- Go for the long term, sign up for a number of years
- Come in last minute (a risky strategy!)
How much business can you handle?
Depending on your capacity for new business it may not actually be in your best interests to go for top tier packages all the time. When people want to give you their money and you can’t take it fast enough, they usually get annoyed with you! If you’re a small consultancy business or your onboarding processes still need some work, then going for smaller packages for the first few events can stop you burning bridges.
Can you utilise all the benefits?
Sponsorship is not a simple transaction – there’s often requirements for design work, content creation, physical collateral, on-site staff, and qualified speakers at the different levels. If there are benefits you can’t utilise because you don’t have the resources, then try to either get them substituted for benefits you can utilise, or select a cheaper level.
Is the timing right for you?
Sponsorship might be something you are considering doing all year round to build brand awareness or it could be tied to a specific time-sensitive message. If it’s a time-sensitive message then make sure the event coincides. Line up sponsorship for events that coincide as early as possible. Last minute sign-up will give you less prime spots, less time for your brand to be seen, and less time for you to pull together the resources needed to maximise your benefits.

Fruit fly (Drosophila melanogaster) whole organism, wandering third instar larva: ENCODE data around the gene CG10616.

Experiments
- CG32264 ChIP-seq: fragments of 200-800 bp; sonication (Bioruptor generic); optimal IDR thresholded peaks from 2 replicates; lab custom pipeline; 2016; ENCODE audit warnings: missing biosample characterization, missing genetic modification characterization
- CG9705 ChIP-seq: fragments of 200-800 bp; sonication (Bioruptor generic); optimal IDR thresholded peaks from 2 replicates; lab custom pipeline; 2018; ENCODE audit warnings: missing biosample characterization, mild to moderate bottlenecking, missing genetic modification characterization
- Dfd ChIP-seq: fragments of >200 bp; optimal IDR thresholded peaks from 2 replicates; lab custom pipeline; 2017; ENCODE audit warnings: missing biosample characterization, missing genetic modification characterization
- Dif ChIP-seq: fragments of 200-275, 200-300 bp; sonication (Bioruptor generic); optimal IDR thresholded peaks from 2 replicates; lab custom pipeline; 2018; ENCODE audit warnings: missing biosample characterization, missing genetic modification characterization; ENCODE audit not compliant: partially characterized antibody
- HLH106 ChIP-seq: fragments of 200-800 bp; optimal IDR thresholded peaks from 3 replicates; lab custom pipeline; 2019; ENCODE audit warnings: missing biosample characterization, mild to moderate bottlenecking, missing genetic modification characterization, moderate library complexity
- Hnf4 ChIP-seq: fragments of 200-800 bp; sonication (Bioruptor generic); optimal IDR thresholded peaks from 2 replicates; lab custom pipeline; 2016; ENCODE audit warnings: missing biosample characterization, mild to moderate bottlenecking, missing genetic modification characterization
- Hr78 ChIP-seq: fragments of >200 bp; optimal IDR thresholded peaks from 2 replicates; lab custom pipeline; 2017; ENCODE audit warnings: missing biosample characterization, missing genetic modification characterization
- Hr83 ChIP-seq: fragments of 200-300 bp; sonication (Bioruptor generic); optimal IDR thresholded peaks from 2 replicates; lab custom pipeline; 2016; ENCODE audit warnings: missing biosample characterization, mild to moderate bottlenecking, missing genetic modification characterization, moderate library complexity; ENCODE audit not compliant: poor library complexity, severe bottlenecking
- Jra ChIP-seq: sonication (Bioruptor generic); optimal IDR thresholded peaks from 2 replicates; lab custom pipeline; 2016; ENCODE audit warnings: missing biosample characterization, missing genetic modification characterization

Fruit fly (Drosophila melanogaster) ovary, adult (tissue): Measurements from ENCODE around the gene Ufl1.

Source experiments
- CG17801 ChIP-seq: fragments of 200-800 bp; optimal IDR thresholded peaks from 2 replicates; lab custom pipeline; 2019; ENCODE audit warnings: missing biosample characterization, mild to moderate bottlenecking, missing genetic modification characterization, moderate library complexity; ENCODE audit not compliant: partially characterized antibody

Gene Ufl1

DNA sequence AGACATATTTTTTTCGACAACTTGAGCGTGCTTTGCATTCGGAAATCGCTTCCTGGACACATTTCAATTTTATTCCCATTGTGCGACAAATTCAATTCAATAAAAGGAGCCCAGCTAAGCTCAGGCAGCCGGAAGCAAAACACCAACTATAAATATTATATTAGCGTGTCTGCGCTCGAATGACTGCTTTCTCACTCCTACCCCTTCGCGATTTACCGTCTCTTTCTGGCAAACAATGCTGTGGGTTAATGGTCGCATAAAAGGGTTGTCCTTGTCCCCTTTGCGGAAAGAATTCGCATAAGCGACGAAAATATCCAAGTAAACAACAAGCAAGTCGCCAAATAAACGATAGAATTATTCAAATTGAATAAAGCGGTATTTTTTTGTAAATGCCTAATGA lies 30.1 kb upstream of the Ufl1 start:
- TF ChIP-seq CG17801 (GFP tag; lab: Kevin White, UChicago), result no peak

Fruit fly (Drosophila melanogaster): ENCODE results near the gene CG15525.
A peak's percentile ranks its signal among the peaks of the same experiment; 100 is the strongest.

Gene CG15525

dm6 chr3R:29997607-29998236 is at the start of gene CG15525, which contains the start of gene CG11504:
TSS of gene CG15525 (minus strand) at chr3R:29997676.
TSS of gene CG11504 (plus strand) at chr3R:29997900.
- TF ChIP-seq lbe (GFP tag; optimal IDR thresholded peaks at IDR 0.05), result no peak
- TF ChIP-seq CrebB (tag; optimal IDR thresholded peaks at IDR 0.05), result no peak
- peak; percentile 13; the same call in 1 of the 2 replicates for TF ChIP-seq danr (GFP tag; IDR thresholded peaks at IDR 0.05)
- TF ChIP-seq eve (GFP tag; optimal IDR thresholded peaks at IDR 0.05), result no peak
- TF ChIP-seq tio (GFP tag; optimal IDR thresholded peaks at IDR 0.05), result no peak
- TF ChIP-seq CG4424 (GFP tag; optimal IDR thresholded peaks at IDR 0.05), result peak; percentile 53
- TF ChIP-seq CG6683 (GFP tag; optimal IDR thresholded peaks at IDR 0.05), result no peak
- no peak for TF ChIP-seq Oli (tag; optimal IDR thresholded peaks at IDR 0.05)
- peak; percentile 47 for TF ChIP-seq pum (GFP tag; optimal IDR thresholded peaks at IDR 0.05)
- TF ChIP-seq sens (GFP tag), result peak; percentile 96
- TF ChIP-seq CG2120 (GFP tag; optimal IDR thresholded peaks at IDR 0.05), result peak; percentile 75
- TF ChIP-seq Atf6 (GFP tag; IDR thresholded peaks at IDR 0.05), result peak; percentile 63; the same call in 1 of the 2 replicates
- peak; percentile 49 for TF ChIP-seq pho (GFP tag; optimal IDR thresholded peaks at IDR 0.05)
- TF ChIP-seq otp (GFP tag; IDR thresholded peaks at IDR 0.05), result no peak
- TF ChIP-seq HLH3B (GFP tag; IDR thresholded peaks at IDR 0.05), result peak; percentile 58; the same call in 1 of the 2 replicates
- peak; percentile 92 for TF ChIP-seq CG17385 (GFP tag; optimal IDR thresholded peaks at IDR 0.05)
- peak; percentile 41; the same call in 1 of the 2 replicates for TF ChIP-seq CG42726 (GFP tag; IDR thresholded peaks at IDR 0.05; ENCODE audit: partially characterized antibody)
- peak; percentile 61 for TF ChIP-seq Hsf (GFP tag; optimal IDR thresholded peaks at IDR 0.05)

How will it be measured?
Tracking the impact of sponsorship is critical to the beginning of the endeavour as well as the end. Your measurements should align with your goal. For instance, if you’re aiming for increased reach metrics like new visitors from the event’s website, new leads added to the database, or new customers are important. Getting the framework in place for this data capture will likely require work on yours and event’s part so you need to think these through early. Once you have this information it allows you to make assessments throughout and after the sponsorship process.
Will the organiser deliver?
Community events are run by people who have day jobs, and those day jobs aren’t marketing and events management. Most community events run smoothly with well-organised and experienced people at the helm but make sure you understand the answers to questions about their experience, backup plans, and liability. This is, of course, the standard stuff you do anyway but it’s worth getting a feel for things before you enter into a legally binding agreement.
What is the event organiser looking for?
Each event has its own brand, its own way of communicating to attendees, and it’s own preferences so you’ll get the most value out of sponsoring an event2 where your marketing is compatible with that of the event. If the event is known for “big and slick” and that’s how you like to do things then you’ll have a much easier relationship and you’ll fit in better to the event, whereas if the event runs differently and your large exhibition stand won’t be allowed to be put up you might find yourself getting frustrated.